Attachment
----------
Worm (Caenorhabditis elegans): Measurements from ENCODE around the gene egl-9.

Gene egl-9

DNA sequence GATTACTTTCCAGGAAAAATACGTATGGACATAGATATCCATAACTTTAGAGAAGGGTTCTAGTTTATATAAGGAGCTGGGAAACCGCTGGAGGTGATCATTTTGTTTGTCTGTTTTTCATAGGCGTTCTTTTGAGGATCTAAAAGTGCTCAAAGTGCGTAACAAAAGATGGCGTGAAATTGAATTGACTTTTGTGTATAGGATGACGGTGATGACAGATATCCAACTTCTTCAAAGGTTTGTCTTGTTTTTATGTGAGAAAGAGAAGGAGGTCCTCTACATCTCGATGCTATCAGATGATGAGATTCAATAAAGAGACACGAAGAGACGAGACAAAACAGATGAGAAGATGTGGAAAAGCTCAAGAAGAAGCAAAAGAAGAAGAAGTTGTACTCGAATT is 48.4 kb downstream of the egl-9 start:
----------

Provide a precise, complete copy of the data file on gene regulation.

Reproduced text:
Worm (Caenorhabditis elegans): Measurements from ENCODE around the gene egl-9.

Gene egl-9

DNA sequence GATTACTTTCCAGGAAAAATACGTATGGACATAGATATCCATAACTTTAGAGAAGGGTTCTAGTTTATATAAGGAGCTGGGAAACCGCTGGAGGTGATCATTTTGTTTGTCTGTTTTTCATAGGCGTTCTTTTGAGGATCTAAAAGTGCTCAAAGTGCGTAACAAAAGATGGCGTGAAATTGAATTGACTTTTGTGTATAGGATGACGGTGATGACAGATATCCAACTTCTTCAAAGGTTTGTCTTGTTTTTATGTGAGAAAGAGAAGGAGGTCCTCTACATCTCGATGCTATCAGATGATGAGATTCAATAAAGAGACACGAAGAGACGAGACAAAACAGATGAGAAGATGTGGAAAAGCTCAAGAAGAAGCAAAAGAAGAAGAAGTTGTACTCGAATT is 48.4 kb downstream of the egl-9 start: